4 Essentials to Mitigate Fallout From a Pay-Gap Analysis
A Note From The Editor
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People can debate the extent of the gender pay gap, but no one credibly can argue that it doesn't exist. Some degree of gap might be due to factors outside of an employer’s control, such as time a worker takes off to serve as primary caregiver. Other factors, though, may be due to systemic or implicit (unconscious) bias.
The gender pay gap does more than expose an employer to legal risk. Closing the gap is a talent imperative, too. Individuals who are paid less for no clear reason usually know it. If they don’t leave your company, they'll be less engaged during their continued employment.
Not surprisingly, more employers are conducting self-assessments to determine the presence and extent of pay gaps. If not done properly, however, these self-assessments could result in exactly what you hope to avoid: litigation.
Here are four critical steps to help you mitigate the risk that your attempt to do the right thing will result in a plaintiff’s lawyer on your doorstep.
1. Conduct initial analysis under privilege.
I wish an employer’s self-analysis was not discoverable in litigation. But my wish is just that -- a wish.
The courts generally have held that self-analysis of this type is discoverable. Therefore, an employer’s analysis won't be protected from discovery even as leadership tries to determine whether a gap can (or cannot) be explained by seniority, performance or some other legitimate factor.
Employers are well-advised to collect data at counsel's request and then analyze the information jointly with counsel under the attorney-client privilege. If structured properly, the data still will remain discoverable, but the analysis itself won't be.
2. Look beyond gender.
Don't limit your analysis to gender. Your evaluation also must address potential bias in compensation based on race, ethnicity and other groups protected by federal, state or local law.
Imagine having to answer this question in a deposition: “Why did you focus only on gender bias and not racial or other kinds of bias?” There's no good response.
As you learn more about root causes of any gaps, don’t limit yourself to possible legal wrongs. Employees sometimes are underpaid because they had a bad manager who suppressed salaries. Take steps to correct these types of inequities, too.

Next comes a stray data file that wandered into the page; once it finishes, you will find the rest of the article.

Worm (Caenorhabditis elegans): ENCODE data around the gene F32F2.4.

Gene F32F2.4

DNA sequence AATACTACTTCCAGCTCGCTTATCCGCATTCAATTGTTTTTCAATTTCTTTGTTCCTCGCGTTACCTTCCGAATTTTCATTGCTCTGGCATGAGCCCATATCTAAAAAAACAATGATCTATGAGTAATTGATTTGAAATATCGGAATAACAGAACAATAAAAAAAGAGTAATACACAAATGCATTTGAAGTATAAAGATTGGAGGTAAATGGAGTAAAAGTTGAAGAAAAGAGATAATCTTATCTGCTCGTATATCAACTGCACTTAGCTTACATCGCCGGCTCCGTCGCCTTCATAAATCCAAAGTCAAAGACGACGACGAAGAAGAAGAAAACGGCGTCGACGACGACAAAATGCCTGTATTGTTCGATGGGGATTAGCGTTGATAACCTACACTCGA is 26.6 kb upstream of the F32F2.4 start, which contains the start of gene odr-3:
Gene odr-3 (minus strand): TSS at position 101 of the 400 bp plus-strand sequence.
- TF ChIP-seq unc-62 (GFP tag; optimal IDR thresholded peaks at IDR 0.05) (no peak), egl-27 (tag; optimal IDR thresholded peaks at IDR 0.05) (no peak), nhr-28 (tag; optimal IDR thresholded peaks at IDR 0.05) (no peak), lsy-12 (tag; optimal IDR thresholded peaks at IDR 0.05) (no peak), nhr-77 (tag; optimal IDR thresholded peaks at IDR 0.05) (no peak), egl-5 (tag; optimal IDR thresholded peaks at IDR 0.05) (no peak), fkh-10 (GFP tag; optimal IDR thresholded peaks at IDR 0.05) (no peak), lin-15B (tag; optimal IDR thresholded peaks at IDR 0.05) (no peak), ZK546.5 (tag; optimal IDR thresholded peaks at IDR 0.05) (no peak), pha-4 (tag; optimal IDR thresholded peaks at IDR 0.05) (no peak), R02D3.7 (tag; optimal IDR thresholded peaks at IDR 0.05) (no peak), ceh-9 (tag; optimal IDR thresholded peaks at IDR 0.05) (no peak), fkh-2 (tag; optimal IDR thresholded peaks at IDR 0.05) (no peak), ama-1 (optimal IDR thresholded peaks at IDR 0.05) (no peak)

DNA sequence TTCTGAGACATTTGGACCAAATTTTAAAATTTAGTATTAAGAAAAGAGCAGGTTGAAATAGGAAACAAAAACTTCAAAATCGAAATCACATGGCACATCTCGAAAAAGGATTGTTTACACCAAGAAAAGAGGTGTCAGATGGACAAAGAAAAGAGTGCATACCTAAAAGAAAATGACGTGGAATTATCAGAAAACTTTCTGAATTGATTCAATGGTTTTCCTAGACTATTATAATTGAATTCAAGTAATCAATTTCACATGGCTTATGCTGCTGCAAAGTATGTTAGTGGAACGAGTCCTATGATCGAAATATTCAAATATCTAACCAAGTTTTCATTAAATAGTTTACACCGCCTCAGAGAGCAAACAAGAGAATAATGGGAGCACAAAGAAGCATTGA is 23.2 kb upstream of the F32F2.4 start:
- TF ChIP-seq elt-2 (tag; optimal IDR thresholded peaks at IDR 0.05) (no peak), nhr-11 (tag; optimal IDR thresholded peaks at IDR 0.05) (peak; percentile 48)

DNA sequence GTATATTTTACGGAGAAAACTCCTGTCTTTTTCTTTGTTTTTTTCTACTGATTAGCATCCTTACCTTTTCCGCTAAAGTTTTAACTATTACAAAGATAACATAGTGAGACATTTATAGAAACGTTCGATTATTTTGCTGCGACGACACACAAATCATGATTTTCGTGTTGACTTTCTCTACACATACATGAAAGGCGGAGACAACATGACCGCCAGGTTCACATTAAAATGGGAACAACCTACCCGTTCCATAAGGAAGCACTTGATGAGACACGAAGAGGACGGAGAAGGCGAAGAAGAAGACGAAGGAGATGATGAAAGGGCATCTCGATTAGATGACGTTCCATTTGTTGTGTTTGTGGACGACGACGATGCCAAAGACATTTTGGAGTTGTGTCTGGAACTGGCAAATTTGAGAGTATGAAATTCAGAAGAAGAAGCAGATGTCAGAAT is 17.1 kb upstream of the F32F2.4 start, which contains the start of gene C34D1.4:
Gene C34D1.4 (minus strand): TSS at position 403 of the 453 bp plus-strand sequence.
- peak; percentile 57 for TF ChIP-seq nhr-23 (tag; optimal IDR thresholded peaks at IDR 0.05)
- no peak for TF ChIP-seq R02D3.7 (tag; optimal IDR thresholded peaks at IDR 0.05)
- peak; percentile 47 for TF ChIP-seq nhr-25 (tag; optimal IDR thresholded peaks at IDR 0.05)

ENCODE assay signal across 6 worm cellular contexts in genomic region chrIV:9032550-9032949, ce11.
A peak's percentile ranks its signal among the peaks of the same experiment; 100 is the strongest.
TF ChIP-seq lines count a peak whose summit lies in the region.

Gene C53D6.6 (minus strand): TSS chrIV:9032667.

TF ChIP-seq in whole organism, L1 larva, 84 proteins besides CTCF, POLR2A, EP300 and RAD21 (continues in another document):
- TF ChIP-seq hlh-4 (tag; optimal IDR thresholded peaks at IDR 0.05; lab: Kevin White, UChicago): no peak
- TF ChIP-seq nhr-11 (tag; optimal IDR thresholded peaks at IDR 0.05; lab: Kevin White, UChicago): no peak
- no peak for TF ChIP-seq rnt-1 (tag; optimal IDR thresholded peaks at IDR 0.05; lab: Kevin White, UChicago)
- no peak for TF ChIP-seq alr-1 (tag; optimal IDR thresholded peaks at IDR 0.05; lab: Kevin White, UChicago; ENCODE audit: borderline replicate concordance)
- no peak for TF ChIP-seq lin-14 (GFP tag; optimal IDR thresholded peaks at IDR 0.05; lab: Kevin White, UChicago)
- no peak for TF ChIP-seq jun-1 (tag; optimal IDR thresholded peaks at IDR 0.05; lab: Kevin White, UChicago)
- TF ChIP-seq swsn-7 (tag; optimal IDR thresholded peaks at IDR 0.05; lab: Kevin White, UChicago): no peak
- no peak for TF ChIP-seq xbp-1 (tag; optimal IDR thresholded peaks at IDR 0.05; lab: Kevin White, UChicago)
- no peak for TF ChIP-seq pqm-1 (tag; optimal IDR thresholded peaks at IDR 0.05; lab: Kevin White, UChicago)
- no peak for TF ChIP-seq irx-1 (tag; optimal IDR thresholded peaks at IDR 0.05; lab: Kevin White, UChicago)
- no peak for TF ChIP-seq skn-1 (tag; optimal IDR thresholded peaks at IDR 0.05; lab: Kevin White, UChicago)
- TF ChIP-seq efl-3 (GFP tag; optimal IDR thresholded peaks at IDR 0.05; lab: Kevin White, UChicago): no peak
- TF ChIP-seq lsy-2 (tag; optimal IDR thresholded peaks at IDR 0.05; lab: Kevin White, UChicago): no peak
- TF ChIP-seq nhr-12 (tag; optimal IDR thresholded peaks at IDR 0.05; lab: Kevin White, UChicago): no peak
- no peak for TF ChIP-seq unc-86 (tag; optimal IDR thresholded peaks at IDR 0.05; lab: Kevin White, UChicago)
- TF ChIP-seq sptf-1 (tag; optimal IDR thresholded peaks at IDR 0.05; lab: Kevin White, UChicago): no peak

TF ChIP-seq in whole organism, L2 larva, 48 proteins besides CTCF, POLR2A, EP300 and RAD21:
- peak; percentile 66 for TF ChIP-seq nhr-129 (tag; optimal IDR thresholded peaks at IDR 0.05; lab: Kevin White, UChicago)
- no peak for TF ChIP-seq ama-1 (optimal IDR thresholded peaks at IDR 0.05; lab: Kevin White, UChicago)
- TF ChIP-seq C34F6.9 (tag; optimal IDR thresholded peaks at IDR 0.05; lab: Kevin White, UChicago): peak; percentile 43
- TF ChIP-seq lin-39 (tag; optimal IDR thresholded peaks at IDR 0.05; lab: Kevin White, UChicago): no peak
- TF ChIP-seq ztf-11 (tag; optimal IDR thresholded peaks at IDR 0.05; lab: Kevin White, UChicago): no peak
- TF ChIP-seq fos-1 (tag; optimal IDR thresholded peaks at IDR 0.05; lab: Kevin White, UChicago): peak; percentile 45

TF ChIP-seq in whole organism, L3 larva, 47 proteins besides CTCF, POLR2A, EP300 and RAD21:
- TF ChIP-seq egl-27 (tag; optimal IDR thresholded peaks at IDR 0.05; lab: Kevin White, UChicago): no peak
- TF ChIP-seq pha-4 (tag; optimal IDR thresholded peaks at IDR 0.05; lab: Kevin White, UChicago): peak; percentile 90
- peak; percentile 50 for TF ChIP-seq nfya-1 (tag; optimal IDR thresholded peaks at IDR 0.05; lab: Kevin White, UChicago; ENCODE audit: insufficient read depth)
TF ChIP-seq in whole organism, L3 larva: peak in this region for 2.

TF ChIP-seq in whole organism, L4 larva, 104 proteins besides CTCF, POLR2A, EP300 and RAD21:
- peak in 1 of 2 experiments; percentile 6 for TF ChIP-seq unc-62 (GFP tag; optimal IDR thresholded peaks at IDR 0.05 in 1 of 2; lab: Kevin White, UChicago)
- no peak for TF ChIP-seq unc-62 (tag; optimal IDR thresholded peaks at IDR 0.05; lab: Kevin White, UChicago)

3. Prepare a discoverable-business document.
While it's generally recommended to conduct analysis under privilege, you shouldn't stop there. If you do, you'll be faced with two rotten options in the event of litigation and this inevitable question: "Why did you make (or why didn't you make) a change?"
- You could respond, "Privileged." Think about your own reaction when a character in a movie takes the Fifth Amendment. Assert "privilege," and a jury will assume you're hiding something.
- You could waive your privilege. But how far does that waiver go? I have no choice but to answer with an annoying lawyerism: It depends. Judges have wide latitude in this area, so you could be waiving the privilege with respect to the entire subject matter -- that is, the entire self-evaluation.
Prepare a discoverable-business document. It should summarize your “salary-parity analysis” (not a "gender pay-gap analysis").
4. Make fixes without admissions.
If a pay gap exists with good reason -- such as location, experience or others noted previously -- no fix is necessary. Still, you should document your reasons for concluding the gap is justified.
On the other hand, you should adjust compensation where no strong justification can be made for an existing gap. Unfortunately, it's rare to know whether that gap is due to an impermissible factor. Why speculate or concede such? Plus, if you do a robust pay-parity analysis, you're sure to make some changes even where no legal exposure exists.
Rather than asserting, “This may be gender bias,” you might state something like this instead: “The employee is underpaid within our range for the position when we look at experience, performance etc., so we are going to correct that.” Fix the problem, but be thoughtful how you do it.
This article is not legal advice and should not be construed as applying to specific factual situations or establishing an attorney-client relationship.